Living is not like one long holiday

However, falling in love with a place and plenty of space is not enough in the long term! To ensure that those initial positive feelings turn into a happy reality, you will need to make sure you do the following two things:

Create a new social network and find a meaningful job or fun ways to spend your days. As an expat you often leave a high-tech culture that enabled you to go far as long as you had the right qualifications.

Another advantage people have in their country of birth is that they are familiar with the job application process and being able to communicate in their native language.

Social network

In Andalucía it is more about who you know. Once you know the right people, more opportunities will present themselves to you. Job applications via email or post are often ignored as they are seen as somewhat impersonal.

An informal network of acquaintances, family and friends are used instead of our relatively impersonal employment agencies or Flemish Services for Employment and Vocational Training. Fact is that these informal networks, by contacting the right people, will yield good results in the long run.

Of course, as far as the type of work is concerned, Andalucía cannot be compared to here. But you do have a choice! Alongside the Spanish job market there is a kind of sub employment market for expats or the better-off Spaniard. You can get quite far here if you have the right commercial skills and computer or language skills.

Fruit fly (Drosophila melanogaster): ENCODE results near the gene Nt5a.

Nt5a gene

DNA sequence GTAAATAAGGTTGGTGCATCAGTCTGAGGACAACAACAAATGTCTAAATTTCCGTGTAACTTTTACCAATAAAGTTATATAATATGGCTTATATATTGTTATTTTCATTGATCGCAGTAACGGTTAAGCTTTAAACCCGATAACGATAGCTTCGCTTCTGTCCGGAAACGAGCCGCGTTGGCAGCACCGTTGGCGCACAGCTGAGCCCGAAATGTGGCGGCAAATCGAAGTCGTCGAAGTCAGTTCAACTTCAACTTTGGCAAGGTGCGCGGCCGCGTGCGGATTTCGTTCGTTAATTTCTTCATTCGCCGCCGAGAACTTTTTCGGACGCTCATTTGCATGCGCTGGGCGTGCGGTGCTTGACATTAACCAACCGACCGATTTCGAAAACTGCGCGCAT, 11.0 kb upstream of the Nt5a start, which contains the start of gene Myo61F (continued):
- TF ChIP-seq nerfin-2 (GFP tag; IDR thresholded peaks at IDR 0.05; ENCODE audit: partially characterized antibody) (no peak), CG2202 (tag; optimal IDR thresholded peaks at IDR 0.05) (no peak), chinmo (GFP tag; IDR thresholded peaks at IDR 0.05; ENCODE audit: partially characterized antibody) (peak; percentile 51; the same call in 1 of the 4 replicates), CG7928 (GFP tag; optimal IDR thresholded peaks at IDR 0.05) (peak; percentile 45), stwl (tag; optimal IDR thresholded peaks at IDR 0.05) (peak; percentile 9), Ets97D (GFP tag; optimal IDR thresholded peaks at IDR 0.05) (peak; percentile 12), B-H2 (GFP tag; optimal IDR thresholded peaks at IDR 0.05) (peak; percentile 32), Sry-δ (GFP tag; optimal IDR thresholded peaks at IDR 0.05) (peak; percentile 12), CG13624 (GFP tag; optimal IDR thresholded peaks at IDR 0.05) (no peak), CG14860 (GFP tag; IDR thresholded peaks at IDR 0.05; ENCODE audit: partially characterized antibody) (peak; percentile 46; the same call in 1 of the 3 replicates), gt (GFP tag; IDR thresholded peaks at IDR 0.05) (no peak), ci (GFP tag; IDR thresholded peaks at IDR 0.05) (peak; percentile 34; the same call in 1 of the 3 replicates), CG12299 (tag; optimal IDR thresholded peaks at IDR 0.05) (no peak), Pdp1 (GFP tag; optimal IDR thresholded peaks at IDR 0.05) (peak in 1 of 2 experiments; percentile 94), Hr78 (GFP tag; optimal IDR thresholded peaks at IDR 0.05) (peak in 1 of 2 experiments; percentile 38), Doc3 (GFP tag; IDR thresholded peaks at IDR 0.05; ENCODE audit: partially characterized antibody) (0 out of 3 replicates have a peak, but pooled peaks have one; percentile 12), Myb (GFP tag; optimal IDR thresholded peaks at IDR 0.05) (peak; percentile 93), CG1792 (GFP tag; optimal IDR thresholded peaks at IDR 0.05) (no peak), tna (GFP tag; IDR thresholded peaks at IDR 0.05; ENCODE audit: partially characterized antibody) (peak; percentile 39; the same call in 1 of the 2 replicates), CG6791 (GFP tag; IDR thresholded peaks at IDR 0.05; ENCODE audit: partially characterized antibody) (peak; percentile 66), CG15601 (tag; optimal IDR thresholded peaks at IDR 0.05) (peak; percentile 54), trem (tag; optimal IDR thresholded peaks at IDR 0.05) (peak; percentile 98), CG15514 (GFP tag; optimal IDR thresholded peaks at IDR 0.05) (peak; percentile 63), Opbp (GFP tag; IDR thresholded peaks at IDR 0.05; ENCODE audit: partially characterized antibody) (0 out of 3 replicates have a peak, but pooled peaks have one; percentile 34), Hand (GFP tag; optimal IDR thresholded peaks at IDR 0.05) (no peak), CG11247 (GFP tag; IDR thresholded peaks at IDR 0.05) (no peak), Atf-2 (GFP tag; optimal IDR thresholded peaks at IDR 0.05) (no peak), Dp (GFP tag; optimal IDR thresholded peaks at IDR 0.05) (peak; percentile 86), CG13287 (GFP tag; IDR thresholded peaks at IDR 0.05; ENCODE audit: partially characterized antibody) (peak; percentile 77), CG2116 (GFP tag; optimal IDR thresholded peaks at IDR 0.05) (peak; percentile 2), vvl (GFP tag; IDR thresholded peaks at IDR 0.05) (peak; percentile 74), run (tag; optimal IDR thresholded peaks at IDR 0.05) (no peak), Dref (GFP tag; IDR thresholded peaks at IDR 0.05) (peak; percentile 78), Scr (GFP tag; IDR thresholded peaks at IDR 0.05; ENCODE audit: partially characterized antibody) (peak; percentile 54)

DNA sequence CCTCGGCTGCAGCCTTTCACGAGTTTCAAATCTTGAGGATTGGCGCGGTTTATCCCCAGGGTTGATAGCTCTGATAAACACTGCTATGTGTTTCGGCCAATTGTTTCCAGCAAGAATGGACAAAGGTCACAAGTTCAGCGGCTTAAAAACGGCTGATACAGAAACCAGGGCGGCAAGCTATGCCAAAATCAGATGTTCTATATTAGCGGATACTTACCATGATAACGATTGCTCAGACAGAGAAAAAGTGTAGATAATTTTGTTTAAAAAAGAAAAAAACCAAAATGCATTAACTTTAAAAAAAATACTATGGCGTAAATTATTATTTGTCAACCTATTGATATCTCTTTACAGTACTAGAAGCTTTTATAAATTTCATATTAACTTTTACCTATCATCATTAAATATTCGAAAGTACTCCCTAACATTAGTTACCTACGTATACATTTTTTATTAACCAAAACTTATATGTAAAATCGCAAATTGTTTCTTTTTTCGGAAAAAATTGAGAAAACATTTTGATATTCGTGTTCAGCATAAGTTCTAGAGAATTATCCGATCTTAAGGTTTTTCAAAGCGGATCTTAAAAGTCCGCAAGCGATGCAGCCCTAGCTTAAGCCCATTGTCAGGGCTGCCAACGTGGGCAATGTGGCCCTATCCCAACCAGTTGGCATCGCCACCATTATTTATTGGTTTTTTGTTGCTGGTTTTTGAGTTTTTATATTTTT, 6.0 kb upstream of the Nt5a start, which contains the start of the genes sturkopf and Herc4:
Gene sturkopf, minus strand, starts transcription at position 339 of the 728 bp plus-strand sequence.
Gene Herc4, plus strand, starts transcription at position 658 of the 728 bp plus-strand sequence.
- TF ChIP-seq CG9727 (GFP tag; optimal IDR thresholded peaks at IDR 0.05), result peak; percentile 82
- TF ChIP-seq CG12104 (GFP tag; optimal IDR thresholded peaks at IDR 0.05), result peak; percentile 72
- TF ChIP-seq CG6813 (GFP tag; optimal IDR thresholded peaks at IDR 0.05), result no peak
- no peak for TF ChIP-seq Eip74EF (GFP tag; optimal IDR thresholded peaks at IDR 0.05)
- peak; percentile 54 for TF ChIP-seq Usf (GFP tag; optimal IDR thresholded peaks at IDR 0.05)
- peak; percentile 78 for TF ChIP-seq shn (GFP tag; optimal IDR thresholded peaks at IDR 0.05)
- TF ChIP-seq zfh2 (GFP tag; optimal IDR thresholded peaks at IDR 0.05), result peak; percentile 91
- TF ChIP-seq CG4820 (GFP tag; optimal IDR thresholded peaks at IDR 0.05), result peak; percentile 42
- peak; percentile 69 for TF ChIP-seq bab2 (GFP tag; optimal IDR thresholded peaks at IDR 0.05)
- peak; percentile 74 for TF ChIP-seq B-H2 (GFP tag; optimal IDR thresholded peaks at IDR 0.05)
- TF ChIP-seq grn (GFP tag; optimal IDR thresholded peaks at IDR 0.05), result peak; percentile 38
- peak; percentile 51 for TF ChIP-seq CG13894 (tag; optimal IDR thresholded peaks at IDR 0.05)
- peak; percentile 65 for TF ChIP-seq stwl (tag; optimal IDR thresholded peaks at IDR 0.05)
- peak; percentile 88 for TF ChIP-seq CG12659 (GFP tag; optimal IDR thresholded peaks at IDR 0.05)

The property, commercial and tourism sectors are obvious examples of this. The opportunities on the Spanish market are a lot more limited: wages are generally quite low and the better-paid jobs tend to be given to Spanish people.

Networking is key

Networking is essential, both in Spanish circles as amongst expats. The ability to speak Spanish is therefore extremely important. Spanish people really appreciate you trying to speak their language and you are often rewarded for your efforts!

Do not underestimate what it is like to leave your family and friends behind. Couples who move abroad together tend to be very dependent on each other, particularly at first.
Andalusians are very family oriented and focused on their own Spanish culture. The dictatorial Franco-regime (1939-1975) and their geographic isolation from the rest of Europe by the Pyrenees as well as the proximity of Africa (Moorish rule: 711-1492) have left their mark on the Andalusian culture.

Many Andalusians speak Spanish only and even well-educated people such as solicitors, engineers, etc. cannot be relied upon to speak English. In addition to this, ‘Andaluz’ or Andalusian Spanish is a dialect where a lot of vowels and consonants are not pronounced. It may help to try talking ‘con una patata caliente en tu boca’ .

Unlike many Northern-European people, Andalusians are very spontaneous, open and hospitable. It is a nice experience when people spontaneously start talking to you in the bank, on the street or in a bar.

It is important to be able to speak the language so you can extend your social network and not continuously feel like a tourist. On the other hand, you need to be realistic and although you may very well become fluent in Spanish, it is important to stay true to yourself. There are limits to every assimilation: a Belgian remains a Belgian and a Dutch person will always be Dutch, but I think that being open to the good aspects of both worlds (the Spanish one and the world of expats) is very important to ensure that your emigration and EMO-gration (remember those gut feelings!?) is successful.